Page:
Medical Specialists Look For Greener Pastures

A spokesperson from Dubai Healthcare Authority (DHA) acknowledged the recent staff movements – but declined to call it “brain drain”. “While some doctors have left DHA to join the private sector, we still have highly qualified specialists. Overall, we have a high staff retention rate.” “It’s true that Abu Dhabi hospitals and private clinics offer more attractive packages,” a specialist government doctor in Dubai said. “Otherwise, no one would move out of his or her comfort zone.” An oncologist from a Dubai government hospital who recently moved to Abu Dhabi is the fourth staff to resign in the last few months from the hospital. Specialist doctors get up to Dh80,000 a month in some of Abu Dhabi’s medical institutions. Meanwhile, experienced nurses here are also chasing higher pay abroad or in Abu Dhabi’s government or private hospitals and clinics. “The entry-level salary of an experienced nurse in a government hospital in Dubai is around Dh7,500, which is quite good,” said a senior nurse in Dubai. Government institutions in Abu Dhabi and private hospitals, however, offer a starting pay of Dh12,000. “Leaving it [salary] is not brainy,” a medical ICU nurse for a government hospital said. However, not everyone wants to leave government jobs. “I shall stay in Dubai because I’m used to life here and serving our people. A new place brings with it many unknown things,” an Emirati medical specialist said. One factor for staying, he said, is that specialists in Dubai are also allowed to do private practice.

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SA ‘cannot afford’ the medical specialists it trains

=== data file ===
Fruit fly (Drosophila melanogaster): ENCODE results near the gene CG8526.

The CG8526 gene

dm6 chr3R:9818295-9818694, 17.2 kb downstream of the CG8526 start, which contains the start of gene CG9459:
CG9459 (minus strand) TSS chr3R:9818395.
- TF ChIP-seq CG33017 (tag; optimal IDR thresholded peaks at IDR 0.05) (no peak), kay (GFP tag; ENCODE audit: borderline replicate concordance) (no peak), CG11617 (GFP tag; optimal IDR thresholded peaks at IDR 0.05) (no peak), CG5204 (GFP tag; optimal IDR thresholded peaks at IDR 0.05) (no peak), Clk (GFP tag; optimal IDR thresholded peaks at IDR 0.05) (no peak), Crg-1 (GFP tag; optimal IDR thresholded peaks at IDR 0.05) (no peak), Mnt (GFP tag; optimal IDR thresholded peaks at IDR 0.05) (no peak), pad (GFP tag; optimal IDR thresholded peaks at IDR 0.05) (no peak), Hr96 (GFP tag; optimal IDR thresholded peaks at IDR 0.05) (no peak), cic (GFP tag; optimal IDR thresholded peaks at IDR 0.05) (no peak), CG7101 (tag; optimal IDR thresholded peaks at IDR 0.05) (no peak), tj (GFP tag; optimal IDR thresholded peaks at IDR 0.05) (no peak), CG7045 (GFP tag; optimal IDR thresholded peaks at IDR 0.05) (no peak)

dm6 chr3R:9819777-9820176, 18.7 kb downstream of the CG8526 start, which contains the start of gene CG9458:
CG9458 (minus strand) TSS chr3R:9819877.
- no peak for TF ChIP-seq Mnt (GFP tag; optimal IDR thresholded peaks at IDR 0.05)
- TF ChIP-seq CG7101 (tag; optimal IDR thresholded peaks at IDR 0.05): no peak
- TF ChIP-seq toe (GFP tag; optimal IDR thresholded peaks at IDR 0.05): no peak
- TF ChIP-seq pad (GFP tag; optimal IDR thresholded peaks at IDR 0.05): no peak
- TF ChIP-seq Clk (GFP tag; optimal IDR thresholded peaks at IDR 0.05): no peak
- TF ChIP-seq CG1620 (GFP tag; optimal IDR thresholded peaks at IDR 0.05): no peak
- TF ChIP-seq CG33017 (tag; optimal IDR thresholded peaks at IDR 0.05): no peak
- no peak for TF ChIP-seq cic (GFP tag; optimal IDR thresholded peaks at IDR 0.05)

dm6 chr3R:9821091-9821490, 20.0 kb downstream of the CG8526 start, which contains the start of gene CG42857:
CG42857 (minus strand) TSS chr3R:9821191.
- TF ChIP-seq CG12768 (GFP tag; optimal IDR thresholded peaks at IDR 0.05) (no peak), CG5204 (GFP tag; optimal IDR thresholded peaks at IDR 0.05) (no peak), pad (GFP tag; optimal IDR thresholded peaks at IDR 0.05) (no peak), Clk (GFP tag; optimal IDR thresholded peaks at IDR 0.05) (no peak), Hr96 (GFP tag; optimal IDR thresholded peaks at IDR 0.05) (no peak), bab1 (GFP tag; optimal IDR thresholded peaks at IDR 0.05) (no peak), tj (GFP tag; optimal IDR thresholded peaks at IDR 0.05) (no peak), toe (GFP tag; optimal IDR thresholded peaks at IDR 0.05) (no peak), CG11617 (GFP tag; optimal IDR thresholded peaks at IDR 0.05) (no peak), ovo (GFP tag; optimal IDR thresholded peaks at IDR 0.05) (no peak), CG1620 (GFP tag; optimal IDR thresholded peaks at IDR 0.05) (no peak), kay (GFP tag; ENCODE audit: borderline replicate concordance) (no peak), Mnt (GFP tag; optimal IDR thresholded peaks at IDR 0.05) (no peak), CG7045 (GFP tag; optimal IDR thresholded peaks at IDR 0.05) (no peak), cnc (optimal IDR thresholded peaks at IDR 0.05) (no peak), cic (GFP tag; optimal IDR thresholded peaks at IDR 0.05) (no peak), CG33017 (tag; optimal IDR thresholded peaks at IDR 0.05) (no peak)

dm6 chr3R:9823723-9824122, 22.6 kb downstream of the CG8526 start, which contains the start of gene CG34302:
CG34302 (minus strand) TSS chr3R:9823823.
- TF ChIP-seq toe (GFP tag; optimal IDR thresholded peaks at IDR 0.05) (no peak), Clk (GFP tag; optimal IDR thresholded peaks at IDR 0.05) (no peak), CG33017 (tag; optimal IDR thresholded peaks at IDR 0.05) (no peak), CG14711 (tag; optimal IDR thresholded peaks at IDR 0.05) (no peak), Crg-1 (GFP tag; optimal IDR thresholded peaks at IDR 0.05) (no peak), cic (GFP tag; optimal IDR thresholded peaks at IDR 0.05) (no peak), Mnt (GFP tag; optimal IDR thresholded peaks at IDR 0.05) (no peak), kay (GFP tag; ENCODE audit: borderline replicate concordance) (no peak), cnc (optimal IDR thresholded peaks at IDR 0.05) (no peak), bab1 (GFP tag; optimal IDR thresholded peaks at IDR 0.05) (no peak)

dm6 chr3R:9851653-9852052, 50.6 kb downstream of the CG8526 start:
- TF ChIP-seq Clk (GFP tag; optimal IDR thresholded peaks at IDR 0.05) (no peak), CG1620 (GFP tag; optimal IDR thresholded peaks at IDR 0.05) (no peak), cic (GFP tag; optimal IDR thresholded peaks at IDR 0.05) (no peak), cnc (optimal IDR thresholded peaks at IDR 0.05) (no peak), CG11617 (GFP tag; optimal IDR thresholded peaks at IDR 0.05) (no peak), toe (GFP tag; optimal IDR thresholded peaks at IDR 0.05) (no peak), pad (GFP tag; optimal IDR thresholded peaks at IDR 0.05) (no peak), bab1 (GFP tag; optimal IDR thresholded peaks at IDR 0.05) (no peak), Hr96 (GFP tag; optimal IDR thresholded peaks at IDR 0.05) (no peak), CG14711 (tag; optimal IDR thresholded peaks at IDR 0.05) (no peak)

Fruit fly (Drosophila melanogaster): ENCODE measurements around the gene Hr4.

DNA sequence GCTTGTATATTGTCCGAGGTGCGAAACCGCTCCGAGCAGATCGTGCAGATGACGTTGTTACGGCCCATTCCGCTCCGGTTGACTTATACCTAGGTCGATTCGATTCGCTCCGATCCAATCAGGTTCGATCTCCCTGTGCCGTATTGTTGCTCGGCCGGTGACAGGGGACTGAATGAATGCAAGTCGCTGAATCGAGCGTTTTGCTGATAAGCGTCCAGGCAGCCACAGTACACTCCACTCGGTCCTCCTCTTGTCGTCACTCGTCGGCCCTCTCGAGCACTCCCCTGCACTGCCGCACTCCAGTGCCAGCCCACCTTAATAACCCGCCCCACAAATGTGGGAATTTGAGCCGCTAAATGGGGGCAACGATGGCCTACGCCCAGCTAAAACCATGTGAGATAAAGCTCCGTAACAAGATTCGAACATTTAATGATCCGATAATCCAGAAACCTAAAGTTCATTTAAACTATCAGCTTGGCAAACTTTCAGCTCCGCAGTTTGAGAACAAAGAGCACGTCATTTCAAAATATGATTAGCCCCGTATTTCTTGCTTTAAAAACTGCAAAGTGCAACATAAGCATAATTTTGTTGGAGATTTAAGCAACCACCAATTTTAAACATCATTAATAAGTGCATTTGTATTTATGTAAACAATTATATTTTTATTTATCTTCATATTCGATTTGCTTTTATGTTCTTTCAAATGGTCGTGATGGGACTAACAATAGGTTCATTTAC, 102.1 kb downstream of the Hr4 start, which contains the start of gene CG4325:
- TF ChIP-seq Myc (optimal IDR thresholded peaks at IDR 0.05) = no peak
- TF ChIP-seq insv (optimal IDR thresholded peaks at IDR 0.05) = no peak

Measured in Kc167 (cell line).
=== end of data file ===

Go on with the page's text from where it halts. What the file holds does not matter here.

This held true in the private sector too, he said. For example, a young healthy woman with an uncomplicated pregnancy did not require an obstetrician-gynaecologist for her ante-natal care, but could be cared for by an appropriately trained nurse, he said. Doing so would cost less, and free up the specialist for truly complicated cases, he said. Dr Crisp made his remarks during a panel discussion about medical specialists, in which consultant Brigid Strachan painted a picture of a country out of kilter with its middle income counterparts. Her presentation showed South Africa had 0.18 specialists per 1000 population, a quarter of the 0.8 per 1,000 average of developing countries surveyed by the World Bank. The shortage of specialists contributed to South Africas poor health status, said Dr Strachan. For example, South Africa had an infant mortality rate of 34 per 1,000, more than double that of Brazil (13.9 per 1000) and Argentina (12.6 per 1,000), two countries that spent a similar percentage of gross domestic product (GDP) on health (8.9% and 8.1 percent respectively). South Africa spends 8.5% of GDP on health. The availability of specialists varied widely across South Africa, and was largely concentrated in Western Cape and Gauteng, she said. Dr Strachan warned that South Africas specialist corps was aging, and too few young doctors were being trained in disciplines such as surgery, obstetrics and ophthalmology. One of the biggest challenges facing the public sector was its inability to retain the doctors it trained, she said that 10 years after graduation, only 20% to 30% of them remained. “It is clear we are losing what we produce to the private sector and overseas,” she said.


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